http://www.benwardenauthor.com/blog.html                                             http://www.thebigbuzz.biz/                                          http://rowntreeparkblog.wordpress.com/words-from-a-bench-2/


Back on the horse…

There are hundreds of New Year’s resolutions that a writer could make, but they probably all contain the word ‘Back.’

Maybe something dented your confidence, and, like a rider after a fall, you tell yourself to get back on the horse…

Maybe you’ve been a bit unwell and have to accept being back on the medication.

Or (is this the hardest one?) you have to archive a whole lot of hard work that isn’t going to work, and start a new project: back to the drawing board.

[It is highly unlikely you have spent so much time on your books, so much time ignoring your other responsibilities, that your resolution about writing is to Back Off].

Fellow writers, welcome back. I wish you all luck in 2014, and I hope you get the backing of all the readers you are hoping to reach.

Top tips for self publishers (and all those with a book deal, too…)


Hi again to all those writers with a book that is coming into print – or indeed coming into cyberspace…  Check out a couple of the the top tips that were on display around the room at my recent book lauch:

Top Tips for Self – Publishers  (1)

Get into graphic design

Don’t accept any old cover design      Find yourself an artist or photographer friend

Work on your own designs

Use them consistently online and in marketing materials

Create a ‘brand image’

Top tips for self-publishers  (2)

Support your fellow local writers

Their feedback can be valuable      They understand your struggles

You could carry out joint events

They might even buy your book!

A few more to follow soon…

Happy writing…

The joy of proofreading, part two

Yes, I wasn’t kidding when I said it would take a lot longer than expected…  Four proofs down the line, and there are probably still a few errors in there:  evidence suggests they will be mainly capital letters which should be lower case…  To my shame, it took that many proofs to spot the error of writing ‘principle’ when it should have been ‘principal.’   But on the  positive side, I am now getting to spot errors in other authors’ work.  I’m guessing it is a rare book that makes your shelves without the odd little mistake, since I have spotted some in all of the fiction and history books I have been reading since I started copy editing and proofreading my own.  So I won’t feel bad if a few errors slip through the proverbial net…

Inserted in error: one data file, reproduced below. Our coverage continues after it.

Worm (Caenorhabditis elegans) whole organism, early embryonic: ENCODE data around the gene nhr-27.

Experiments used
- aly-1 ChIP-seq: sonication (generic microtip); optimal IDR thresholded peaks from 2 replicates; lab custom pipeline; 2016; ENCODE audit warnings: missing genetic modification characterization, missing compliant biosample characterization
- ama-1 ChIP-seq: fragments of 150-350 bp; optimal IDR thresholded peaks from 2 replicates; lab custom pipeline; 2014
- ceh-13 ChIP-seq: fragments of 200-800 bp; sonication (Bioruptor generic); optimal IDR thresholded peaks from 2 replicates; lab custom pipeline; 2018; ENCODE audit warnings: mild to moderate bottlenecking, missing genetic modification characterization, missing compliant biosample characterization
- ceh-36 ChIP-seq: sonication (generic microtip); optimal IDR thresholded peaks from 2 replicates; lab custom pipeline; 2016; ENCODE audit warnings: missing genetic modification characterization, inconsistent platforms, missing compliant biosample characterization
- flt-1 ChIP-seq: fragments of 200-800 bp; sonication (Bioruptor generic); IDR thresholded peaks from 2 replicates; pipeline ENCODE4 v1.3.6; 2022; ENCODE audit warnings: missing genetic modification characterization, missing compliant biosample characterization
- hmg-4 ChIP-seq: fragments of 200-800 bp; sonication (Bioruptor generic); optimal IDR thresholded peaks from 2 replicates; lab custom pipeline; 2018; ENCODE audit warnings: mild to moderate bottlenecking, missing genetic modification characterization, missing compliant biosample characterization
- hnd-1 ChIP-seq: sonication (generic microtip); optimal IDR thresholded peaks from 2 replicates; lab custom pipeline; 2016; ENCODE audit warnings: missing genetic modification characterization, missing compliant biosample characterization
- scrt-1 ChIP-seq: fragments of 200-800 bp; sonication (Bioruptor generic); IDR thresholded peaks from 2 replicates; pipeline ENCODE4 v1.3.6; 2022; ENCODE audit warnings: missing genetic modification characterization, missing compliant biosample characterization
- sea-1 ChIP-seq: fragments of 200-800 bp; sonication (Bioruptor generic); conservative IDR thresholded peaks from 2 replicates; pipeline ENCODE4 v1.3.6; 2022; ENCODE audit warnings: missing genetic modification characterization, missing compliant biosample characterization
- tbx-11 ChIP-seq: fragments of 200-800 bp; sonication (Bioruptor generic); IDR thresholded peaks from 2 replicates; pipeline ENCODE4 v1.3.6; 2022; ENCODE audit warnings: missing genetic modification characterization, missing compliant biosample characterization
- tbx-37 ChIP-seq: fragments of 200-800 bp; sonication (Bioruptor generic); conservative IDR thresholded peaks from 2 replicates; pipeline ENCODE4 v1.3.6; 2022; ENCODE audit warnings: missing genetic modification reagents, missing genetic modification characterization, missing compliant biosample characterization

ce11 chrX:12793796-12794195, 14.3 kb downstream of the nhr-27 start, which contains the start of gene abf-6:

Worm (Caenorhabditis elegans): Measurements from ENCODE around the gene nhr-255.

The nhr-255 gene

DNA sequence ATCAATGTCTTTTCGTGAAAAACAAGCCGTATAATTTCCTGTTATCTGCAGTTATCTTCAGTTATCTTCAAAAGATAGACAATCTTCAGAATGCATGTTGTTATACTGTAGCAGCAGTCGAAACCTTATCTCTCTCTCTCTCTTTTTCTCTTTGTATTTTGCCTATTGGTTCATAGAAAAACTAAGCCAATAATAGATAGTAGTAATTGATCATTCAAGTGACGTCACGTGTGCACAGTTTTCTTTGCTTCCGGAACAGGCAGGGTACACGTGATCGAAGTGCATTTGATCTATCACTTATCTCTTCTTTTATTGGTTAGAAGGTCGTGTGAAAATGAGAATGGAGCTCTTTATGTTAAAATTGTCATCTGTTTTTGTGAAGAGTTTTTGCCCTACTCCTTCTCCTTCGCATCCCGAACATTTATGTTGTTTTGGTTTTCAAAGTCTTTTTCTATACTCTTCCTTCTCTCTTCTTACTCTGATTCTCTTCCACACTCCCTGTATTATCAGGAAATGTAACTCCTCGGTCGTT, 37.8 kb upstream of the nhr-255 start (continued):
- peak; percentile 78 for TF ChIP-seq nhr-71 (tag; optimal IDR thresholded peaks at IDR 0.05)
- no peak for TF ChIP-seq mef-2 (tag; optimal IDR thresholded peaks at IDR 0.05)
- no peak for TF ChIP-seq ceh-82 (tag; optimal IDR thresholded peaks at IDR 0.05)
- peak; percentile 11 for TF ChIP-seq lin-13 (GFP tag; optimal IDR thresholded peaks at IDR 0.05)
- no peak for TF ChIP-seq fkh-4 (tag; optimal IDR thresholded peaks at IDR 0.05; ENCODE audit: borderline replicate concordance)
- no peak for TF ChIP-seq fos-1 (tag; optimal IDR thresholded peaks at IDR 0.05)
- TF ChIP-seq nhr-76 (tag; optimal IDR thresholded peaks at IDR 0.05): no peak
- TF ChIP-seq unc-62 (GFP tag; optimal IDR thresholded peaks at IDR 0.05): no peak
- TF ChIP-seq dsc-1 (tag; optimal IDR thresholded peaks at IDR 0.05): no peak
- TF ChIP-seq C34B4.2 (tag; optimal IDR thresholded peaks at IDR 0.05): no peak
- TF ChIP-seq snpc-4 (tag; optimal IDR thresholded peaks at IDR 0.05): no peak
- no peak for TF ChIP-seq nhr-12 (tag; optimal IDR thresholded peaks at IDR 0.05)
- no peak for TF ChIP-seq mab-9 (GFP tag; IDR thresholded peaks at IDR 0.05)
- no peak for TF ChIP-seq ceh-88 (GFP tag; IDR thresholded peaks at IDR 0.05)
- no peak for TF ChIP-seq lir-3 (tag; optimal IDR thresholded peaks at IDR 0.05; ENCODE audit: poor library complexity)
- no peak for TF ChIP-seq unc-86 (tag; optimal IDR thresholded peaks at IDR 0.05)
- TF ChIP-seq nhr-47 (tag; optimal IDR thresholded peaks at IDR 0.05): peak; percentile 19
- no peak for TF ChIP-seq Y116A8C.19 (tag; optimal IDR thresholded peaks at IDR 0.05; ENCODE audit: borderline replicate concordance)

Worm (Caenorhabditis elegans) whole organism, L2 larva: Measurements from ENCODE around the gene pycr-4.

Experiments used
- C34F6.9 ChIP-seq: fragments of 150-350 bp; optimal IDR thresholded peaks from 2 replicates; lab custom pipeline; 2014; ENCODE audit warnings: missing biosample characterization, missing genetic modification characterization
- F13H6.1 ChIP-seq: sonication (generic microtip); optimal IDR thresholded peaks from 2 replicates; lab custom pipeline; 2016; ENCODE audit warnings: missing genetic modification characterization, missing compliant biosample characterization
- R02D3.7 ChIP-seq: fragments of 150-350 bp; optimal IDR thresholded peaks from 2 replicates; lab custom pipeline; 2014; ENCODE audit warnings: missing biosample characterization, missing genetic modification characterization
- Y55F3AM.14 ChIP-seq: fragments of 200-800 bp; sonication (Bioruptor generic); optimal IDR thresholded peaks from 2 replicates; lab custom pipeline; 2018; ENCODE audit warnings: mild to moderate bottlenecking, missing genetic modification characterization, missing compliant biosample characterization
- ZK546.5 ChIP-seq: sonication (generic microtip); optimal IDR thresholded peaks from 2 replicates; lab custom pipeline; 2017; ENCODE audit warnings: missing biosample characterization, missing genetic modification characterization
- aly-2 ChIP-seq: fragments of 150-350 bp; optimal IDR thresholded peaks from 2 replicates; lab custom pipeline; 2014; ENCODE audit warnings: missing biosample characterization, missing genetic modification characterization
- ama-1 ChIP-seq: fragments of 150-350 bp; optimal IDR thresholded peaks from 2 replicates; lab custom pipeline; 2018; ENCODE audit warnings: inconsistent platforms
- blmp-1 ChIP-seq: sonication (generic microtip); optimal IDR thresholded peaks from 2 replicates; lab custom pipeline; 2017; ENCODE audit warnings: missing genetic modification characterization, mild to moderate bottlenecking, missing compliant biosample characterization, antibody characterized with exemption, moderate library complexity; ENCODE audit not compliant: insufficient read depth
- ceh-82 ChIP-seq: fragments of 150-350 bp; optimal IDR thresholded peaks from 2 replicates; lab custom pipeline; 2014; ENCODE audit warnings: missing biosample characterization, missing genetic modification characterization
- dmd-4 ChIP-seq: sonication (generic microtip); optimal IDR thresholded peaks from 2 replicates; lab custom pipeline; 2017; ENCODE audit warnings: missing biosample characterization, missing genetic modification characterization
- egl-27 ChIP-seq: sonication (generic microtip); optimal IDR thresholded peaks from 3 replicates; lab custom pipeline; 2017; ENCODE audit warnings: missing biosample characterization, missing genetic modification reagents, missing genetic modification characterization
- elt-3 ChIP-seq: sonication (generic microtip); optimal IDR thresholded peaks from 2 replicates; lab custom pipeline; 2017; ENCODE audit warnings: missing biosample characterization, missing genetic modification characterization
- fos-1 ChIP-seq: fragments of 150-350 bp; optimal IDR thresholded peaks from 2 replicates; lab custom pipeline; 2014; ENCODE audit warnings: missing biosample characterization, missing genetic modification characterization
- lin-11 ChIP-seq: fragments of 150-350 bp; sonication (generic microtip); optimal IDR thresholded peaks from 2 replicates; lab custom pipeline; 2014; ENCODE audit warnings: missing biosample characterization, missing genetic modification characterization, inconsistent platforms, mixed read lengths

And so if you are self publishing, I would make sure that you don’t set in concrete your book launch date until you have the final product in your hands.  I have an awful lot of lovely postcards saying that ‘Death Benefit’ is available from July.  We may yet make it for the end of the month, but it will be a close run thing…

The joy of proof-reading

How hard can it be to run through a manuscript and check for spelling and grammar errors?  Well, harder than you think; or at least much more time consuming than you think…

A few tips:

1) Save your MS in a different font and a larger size, and look through it again.  Apostrophe and inverted comma mistakes especially show up better in a font like Times Roman compared to Ariel.

2) Invest in a style guide. Do you really know when to put a full stop outside of a closing bracket and when to put it inside?  What is the difference between writing ‘the 1960s’ and ‘the Sixties?’  Look for the answers in something like the Oxford Guide to Style (Oxford University Press).  If you don’t want to buy it, look in your local library or your nearest university library.

3) Make good use of spell checks, but of course bear in mind that the spell checker will not identify an error such as writing ‘there’ when you meant to put ‘their.’

4) If you can afford it, seriously consider employing a professional.  Nothing looks more amateurish than a book full of errors, whether they come from your own manuscript, or from glitches in the typesetting process.  If you can’t afford a professional, get as many very literate friends as possible to help your out.  You and they will discover more errors than you expected!